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Davis-Besse safety checks push restart back to July


John Funk
Plain Dealer Reporter

The Davis-Besse nuclear power plant will not be ready to resume making electricity until July or later, a top FirstEnergy Corp. executive conceded yesterday during an earnings conference with financial analysts.

The company plans to conduct a crucial pressure test of the reactor in four to six weeks to make certain there are no leaks in its bottom, said Gary Leidich, executive vice president of FirstEnergy's nuclear operating division.

The completion of other projects - including an assessment by federal regulators that the company has improved the plant's "safety culture" - will take another four to six weeks, said Leidich.

Although the Nuclear Regulatory Commission has no regulations governing safety culture, it is mandating safety culture improvements before it will allow the reactor to restart.

The company has made significant strides fostering a new safety culture, said Leidich, as revealed in a recent employee survey as well as an independent assessment by an industrial psychologist.

But even as Leidich spoke, U.S. Rep. Dennis Kucinich was questioning that progress and the NRC's ability to measure it.

In a letter to NRC Chairman Nils Diaz, the Cleveland Democrat yesterday asked for detailed information about how the agency's special safety culture inspection team is doing its job and how it will reach its conclusions. The team's five NRC staffers and two consultants have been spending time at the plant since early last month, and will be there several more weeks.

The team is not independently evaluating Davis-Besse's safety culture. Instead, it is reviewing efforts by FirstEnergy and the company's own consultant over the last several months to gauge employee attitudes, address safety concerns and make improvements.

Kucinich is worried about the NRC's lack of safety culture experience and standards.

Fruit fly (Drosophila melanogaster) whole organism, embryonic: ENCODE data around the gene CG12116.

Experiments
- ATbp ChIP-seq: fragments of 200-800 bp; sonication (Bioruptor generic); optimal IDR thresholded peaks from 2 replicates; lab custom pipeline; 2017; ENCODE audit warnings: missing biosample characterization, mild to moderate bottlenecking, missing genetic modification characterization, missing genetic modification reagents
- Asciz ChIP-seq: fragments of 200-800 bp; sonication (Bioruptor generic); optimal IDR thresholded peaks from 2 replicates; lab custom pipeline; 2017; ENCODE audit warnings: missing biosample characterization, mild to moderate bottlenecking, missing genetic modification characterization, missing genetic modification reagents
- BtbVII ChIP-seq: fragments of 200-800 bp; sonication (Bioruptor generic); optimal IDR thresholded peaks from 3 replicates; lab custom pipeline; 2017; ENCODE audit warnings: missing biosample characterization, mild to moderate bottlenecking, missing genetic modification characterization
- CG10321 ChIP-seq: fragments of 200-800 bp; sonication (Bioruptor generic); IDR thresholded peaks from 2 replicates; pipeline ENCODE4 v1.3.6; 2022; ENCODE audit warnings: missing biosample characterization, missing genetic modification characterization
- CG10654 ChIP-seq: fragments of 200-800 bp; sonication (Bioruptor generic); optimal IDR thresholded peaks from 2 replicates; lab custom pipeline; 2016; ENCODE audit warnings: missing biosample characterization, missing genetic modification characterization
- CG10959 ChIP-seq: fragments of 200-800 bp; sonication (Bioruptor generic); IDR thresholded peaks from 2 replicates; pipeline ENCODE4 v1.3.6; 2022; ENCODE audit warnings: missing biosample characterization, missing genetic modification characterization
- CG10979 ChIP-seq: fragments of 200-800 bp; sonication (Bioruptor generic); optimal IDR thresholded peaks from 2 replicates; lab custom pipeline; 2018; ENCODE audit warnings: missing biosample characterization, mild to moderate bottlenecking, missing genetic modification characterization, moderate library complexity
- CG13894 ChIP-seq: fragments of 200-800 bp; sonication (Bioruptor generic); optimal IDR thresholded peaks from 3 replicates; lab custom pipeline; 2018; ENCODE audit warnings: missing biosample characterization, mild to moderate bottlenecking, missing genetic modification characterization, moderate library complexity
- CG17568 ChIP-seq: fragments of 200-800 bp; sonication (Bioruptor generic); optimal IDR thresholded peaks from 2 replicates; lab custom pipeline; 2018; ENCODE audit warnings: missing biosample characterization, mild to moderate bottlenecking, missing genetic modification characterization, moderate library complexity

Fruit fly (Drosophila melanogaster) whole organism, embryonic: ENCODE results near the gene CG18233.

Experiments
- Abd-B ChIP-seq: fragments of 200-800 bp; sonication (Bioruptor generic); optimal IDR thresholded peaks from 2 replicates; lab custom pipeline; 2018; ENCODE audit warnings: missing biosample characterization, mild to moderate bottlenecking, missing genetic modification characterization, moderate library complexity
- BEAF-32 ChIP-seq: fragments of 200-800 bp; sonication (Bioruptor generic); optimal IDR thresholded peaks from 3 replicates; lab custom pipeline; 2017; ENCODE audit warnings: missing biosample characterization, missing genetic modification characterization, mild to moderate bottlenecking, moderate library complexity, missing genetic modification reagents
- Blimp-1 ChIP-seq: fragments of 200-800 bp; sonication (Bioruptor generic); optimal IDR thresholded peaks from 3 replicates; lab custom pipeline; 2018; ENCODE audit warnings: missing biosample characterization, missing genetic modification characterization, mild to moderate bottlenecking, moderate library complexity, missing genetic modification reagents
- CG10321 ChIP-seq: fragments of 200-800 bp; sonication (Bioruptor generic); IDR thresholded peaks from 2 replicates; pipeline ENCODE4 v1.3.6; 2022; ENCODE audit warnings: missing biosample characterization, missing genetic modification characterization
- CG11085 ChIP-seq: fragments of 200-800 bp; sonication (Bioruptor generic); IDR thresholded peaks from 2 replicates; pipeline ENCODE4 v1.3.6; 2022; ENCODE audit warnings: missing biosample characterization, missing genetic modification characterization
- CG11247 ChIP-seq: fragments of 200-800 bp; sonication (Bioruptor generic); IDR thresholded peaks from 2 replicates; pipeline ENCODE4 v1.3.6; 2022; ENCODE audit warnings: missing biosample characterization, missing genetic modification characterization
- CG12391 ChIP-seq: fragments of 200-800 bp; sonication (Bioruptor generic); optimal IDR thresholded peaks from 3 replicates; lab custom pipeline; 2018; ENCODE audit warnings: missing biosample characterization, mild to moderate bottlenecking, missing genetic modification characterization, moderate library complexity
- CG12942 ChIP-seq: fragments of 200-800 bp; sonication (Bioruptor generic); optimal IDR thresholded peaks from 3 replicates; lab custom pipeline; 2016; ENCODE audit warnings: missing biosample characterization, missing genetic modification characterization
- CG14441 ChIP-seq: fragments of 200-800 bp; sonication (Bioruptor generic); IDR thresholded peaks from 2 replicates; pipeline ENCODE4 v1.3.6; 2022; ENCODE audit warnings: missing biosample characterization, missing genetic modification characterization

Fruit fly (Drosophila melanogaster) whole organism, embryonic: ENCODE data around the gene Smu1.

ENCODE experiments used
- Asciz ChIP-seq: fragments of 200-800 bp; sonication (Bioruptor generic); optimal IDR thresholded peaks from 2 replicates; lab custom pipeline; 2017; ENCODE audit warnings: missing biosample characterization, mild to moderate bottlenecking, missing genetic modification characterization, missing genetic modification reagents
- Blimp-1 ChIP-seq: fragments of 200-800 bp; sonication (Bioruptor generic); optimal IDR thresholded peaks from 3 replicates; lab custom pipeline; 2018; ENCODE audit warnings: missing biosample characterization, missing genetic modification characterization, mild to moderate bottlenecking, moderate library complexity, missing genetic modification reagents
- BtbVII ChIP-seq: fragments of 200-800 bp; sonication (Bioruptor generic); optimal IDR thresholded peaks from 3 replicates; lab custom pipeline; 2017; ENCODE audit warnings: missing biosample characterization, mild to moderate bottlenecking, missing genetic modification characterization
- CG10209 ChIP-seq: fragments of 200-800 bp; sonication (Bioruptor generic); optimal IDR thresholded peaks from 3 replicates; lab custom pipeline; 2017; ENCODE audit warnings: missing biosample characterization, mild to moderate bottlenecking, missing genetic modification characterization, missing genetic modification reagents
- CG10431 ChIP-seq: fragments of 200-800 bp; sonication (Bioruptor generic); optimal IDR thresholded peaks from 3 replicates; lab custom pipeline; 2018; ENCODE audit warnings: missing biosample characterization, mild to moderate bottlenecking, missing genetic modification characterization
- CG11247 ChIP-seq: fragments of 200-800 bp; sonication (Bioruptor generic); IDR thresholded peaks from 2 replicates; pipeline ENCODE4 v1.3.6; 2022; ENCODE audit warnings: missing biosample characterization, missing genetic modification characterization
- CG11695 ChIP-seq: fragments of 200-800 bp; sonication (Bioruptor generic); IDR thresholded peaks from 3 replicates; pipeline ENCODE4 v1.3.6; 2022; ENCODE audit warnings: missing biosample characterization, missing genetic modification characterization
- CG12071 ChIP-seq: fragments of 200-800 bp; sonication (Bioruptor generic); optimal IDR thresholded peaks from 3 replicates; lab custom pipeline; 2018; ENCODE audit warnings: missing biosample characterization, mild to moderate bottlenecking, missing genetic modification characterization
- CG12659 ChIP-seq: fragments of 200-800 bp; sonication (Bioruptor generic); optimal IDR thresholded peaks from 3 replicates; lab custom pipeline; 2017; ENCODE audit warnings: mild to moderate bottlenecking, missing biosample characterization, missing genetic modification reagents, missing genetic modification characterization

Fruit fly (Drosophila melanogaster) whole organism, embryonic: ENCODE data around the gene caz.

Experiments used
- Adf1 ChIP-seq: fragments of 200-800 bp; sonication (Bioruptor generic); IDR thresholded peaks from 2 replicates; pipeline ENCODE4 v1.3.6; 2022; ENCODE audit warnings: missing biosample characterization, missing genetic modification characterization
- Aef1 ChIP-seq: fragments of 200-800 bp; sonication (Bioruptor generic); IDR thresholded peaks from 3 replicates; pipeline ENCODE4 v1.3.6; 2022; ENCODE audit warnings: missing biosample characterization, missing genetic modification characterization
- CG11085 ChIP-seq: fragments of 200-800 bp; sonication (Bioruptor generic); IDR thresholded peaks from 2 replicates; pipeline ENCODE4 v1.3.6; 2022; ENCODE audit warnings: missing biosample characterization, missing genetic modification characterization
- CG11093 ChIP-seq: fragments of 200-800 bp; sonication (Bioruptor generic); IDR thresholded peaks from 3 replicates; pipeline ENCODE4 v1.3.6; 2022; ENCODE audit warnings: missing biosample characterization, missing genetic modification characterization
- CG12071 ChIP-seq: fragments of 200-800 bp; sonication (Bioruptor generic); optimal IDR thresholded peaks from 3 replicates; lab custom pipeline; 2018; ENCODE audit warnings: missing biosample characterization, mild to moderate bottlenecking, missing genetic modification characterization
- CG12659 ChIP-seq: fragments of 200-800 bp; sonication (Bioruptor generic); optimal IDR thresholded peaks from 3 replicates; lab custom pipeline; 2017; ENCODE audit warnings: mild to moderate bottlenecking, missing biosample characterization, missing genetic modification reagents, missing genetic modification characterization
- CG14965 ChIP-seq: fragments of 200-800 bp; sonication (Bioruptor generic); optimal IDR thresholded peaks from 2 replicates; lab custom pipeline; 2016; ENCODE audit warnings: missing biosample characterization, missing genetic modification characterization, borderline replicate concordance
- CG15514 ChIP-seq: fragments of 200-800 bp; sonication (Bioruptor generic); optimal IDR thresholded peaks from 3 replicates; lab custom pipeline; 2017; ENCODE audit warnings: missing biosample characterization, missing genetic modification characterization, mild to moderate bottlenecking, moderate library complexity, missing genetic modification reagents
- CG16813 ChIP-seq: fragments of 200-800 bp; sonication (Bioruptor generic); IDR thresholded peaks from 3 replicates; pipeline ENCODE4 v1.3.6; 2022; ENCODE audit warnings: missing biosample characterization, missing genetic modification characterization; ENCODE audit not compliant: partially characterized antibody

He wants to hear directly from each team member about how they will be able to make objective decisions.

The NRC will respond to the congressman's letter, spokeswoman Viktoria Mitlyng said.

Davis-Besse cost the company $88 million, or 18 cents per share, during the first three months of the year - including $36 million for repairs and $52 million for replacement power.

Despite that financial burden, FirstEnergy earned slightly more money in the first three months of the year than it did during the same period in 2002, said Chief Financial Officer Richard Marsh.

The Akron-based utility reported first-quarter earnings of $138.8 million, or 47 cents per share, on total revenues of slightly more than $3.2 billion.

That's an increase of more than $22 million over the 2002 first-quarter earnings of $116.5 million, or 40 cents per share, on total revenues of $2.85 billion.

The company cited a 9.4 percent increase in electricity sales and distribution, improved profits from its sale of natural gas because of lower wholesale gas costs and lower financing costs because of refinancing and debt reduction.

In addition to Davis-Besse's drag on the bottom line, costs in pension and other employee benefits jumped by $50 million.

The company earlier bought replacement power through the summer and beyond to cover Davis-Besse's extended outage, said Marsh, as "risk management strategy."

"We definitely think we are seeing the light at the end of the tunnel," Marsh said of Davis-Besse.

More important than getting restarted exactly on schedule is that "we get the job done right the first time."

Though analysts peppered Marsh, Leidich and other top company officials with questions about when Davis-Besse would be back on line, the company's stock was largely unaffected, finishing the day down 7 cents at $33.73.

"At this point investors are more concerned that the plant is running in '04 and that '04 earnings remain intact," said Paul Ridzon, an analyst with McDonald Investments.

And compared to many other utilities, FirstEnergy is still doing well, said James Halloran, an analyst with National City Bank.

"Their underlying operations are still very good," he said. "They have had this problem as a headache at a time when for them nothing else has gone wrong."

Plain Dealer reporter John Mangels contributed to this article.

To reach this Plain Dealer reporter:, 216-999-4138

2003 The Plain Dealer. Used with permission.
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